IPVMU Certified | 06/23/14 06:35pm
I often see spam promos like this:
They always emphasize price/cost, but performance is a big assumption. This has to be more than just a commodity, right?
In my life as an integrator, we had a central who just plain did not follow the scripts they were given. So sometimes...no one would call the police or fire. Or they wouldn't call the customer contacts. They were the only one we bought on price, and they didn't last long if I remember correctly.
Others offered web portals to make changes and view calls, etc. For both us and the customer. That was revolutionary at the time. It may still be. I don't quite know the state of the monitoring industry.
And one other CS was incredibly flexible, and could do pretty much whatever monitoring, including video, we wanted, with varying response to any of it. They weren't the cheapest but sometimes they simply did what others wouldn't.
IPVMU Certified | 06/23/14 06:52pm
Technology redundancy and failover capability, we want a central station that can handle our customers signals during the worst circumstances. The one we use held up during those storms in New England over the past few years with no issues while other central stations were down. We look at their phone system, generators and geographical locations. Typically this doesn’t come with the lowest price tag but it helps us in the long run as customers are often concerned with who will be receiving the signals. The last thing you want is for a customer to lose monitoring during those times as those are often when looting occurs. While Police dispatch is of course slower during this time at least they will be made aware of problems and can respond themselves or we can dispatch private guard service.
Cost is always looked at but first is if they do what we tell them to do. Similar to Ethan's experiances we've had stations that did not follow script or protocol. That is more important than price.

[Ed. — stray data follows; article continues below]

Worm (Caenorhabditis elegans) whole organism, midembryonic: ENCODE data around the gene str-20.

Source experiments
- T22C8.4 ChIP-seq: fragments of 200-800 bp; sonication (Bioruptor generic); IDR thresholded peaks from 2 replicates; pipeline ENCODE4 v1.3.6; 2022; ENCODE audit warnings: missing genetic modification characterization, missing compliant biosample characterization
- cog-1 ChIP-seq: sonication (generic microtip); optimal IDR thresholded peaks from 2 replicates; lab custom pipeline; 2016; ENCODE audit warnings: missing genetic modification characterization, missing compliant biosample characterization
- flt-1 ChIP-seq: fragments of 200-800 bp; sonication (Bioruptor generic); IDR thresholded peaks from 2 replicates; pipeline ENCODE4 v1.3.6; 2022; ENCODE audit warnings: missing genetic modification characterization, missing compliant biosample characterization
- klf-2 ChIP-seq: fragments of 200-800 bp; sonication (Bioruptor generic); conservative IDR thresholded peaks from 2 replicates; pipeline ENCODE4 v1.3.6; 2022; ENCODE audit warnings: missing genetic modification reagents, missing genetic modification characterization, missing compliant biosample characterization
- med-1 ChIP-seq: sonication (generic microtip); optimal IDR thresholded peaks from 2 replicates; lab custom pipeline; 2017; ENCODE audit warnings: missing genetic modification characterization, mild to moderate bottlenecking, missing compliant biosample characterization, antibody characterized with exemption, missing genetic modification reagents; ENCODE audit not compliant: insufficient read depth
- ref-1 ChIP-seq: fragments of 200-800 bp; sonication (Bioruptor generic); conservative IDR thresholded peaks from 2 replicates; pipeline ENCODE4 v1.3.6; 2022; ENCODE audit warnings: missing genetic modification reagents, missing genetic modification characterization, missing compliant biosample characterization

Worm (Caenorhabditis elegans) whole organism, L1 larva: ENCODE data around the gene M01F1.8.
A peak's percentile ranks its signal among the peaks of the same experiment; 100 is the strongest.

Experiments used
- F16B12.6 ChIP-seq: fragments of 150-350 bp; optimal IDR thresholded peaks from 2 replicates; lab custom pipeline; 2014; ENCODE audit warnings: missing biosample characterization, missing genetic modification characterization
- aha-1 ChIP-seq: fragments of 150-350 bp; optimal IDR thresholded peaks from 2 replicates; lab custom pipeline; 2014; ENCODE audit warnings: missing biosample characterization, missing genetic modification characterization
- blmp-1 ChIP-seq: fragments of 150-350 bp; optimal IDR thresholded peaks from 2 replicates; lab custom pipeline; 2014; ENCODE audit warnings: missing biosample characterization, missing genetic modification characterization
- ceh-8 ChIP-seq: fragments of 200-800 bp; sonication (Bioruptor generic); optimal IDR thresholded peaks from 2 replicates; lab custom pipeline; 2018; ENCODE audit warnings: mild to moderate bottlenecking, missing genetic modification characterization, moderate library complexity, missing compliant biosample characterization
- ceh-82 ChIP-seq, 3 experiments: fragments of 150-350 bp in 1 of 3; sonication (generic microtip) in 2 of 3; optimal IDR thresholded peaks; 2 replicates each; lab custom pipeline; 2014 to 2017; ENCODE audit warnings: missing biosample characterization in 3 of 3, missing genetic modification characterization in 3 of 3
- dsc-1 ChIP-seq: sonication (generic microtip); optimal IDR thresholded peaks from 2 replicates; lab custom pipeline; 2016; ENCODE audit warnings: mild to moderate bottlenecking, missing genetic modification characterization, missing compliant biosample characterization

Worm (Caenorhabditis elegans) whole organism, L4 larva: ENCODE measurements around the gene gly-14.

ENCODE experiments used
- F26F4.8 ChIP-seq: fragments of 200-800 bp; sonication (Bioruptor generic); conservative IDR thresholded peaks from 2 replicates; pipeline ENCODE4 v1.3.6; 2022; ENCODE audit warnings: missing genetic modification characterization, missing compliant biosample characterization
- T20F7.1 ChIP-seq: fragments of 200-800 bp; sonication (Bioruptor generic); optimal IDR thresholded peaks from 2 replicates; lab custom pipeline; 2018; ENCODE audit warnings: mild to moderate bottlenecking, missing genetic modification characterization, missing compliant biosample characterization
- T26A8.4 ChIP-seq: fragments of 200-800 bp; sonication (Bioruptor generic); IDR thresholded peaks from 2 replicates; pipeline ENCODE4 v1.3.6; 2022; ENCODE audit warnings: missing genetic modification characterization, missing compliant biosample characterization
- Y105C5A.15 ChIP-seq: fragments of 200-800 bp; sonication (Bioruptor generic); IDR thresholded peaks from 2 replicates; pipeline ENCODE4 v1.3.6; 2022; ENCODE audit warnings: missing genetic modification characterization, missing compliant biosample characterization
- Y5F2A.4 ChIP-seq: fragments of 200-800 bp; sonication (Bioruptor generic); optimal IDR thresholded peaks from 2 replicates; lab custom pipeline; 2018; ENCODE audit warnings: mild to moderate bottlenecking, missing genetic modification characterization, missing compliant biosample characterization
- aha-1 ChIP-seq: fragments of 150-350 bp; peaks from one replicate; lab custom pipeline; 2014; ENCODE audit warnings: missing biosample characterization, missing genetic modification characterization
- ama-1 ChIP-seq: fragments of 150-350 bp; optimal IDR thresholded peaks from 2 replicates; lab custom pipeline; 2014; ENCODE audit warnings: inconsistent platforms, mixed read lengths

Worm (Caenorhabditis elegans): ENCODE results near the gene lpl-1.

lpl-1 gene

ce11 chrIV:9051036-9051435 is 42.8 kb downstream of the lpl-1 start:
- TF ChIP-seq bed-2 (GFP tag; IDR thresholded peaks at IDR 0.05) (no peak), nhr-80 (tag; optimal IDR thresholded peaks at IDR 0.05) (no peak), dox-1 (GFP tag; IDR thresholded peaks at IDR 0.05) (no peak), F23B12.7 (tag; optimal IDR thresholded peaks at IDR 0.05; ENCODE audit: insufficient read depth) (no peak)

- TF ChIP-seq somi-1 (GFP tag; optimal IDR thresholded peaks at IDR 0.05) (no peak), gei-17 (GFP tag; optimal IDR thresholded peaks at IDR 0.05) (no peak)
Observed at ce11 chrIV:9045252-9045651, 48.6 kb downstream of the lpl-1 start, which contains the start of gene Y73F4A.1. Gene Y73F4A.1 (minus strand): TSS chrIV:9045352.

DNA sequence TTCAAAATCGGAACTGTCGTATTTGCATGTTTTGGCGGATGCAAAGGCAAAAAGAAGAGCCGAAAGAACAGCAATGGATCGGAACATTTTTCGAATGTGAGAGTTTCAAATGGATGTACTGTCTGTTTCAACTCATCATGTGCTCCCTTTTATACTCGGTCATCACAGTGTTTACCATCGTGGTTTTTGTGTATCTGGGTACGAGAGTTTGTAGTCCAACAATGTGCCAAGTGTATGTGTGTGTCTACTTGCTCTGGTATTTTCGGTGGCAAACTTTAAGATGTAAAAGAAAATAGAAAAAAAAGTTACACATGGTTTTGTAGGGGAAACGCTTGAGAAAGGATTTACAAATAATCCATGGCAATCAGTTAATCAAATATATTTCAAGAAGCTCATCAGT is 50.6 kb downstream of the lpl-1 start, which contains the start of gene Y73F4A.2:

Does anyone rate, review or judge central monitoring station performance?
A minimum would be UL Rated and 5 Diamond. Once you have that, then you can talk costs as RMR is important to Alarm Dealers. Once you take all of this in, then you have to look at overall service from the Station. You also have to look at Station Software. Are they using Bold? If so, you are probably good to go as you can use your same Sedona Office from Station to Station if you change due to service or etc..
IPVMU Certified | 06/24/14 01:02am
I suspect another big problem with CSAA 5 Diamond ratings is there are loads of otherwise reputable central stations unwilling to pay for it because they don't need it or think it means much.
For example, ADT nor Vector Security claim '5 Diamond' status, but those companies don't suffer because of it, do they?
The end user does not shop for a central station. The alarm dealer is the one that cares about the central station. The alarm dealers service plus the ability to monitor (total package) is what end user cares about. It is in the best interest of the alarm dealer to have a good central station because if any problems arise, it looks bad on you and not the central station.